Malik (Tahar Rahim) arrives in prison with virtually no history and little personality. Over his six-year sentence, he grows into a man under the thumb of Corsican mobster César (the great Niels Arestrup), who openly regards Malik as a “stupid Arab,” even while entrusting him with increasingly important tasks. The latest film by director Jacques Audiard ( The Beat That My Heart
Skipped) is an examination of the influx of Muslims into France and an indictment of the notion of prison as rehabilitation as well as a gangster flick and comingof-age fable. Rated R. 155 minutes. In French, Arabic, and Corsican with subtitles. Regal DeVargas, Santa Fe. (Robert Benziker)
A Prophet, drama, rated R, in French, Arabic, and Corsican with subtitles, Regal DeVargas, 3 chiles We first meet Malik (Tahar Rahim) when he arrives in prison. He is a young man of Middle Eastern descent with nondescript features, possessing almost no material objects, who was raised in boarding homes and jailed as a result of a crime that gets no more than one line of dialogue. His presence in prison is a shrug of inevitability. Once inside, Malik finds himself outside of the various ethnic and social groups there, including those of his fellow Arabs, and possessing none of the social skills necessary to ingratiate himself or the street smarts required to defend himself. This is a man whose prison sentence, whose entire life, is spent in solitary confinement.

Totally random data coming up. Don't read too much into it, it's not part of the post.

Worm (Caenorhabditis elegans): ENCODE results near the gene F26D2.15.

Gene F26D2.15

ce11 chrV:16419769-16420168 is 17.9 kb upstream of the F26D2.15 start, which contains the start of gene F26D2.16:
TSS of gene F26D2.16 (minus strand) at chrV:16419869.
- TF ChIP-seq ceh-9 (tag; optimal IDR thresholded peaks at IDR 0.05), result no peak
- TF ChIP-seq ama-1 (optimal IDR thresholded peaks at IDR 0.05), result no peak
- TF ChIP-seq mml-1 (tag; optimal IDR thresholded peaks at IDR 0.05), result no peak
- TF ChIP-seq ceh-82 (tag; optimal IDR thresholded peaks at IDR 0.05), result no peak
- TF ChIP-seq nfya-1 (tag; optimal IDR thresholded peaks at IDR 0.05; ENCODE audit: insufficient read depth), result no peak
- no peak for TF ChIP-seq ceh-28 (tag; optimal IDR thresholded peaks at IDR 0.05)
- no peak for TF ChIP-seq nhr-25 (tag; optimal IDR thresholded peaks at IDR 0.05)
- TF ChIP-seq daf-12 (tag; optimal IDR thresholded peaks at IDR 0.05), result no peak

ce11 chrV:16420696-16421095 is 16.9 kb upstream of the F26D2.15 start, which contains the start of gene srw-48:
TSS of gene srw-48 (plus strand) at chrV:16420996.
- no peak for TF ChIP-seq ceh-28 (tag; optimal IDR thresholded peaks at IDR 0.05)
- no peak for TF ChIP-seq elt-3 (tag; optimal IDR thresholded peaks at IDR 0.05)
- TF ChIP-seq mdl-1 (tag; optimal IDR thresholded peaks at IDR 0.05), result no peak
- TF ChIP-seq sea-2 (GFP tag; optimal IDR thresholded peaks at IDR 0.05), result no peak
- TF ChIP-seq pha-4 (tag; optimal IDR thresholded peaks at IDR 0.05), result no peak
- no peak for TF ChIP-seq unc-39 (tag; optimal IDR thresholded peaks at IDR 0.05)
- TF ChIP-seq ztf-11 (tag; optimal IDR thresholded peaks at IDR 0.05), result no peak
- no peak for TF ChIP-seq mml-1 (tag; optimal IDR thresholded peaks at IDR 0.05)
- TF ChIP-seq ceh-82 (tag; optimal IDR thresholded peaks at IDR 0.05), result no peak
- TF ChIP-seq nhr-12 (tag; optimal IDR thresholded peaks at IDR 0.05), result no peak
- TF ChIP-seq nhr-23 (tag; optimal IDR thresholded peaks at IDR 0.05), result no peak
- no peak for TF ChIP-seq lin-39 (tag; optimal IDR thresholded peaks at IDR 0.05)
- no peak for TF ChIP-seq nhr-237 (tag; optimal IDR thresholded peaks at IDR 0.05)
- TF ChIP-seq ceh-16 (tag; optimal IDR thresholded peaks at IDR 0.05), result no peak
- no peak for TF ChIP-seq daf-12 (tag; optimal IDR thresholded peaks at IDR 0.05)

A Prophet is a coming-of-age film that stars a full-grown man who learns to grow up. Malik is a blank slate on which the portrait of an adult slowly takes shape — but what kind of adult? Given that the prison yard is his classroom, we can make some guesses, and we’d be both right and wrong. Malik may be inexperienced, but he isn’t a dummy. His sentence is only six years, and we watch him grow from an introverted prisoner to a self-assured free man over that time.
His cross to bear: Tahar Rahim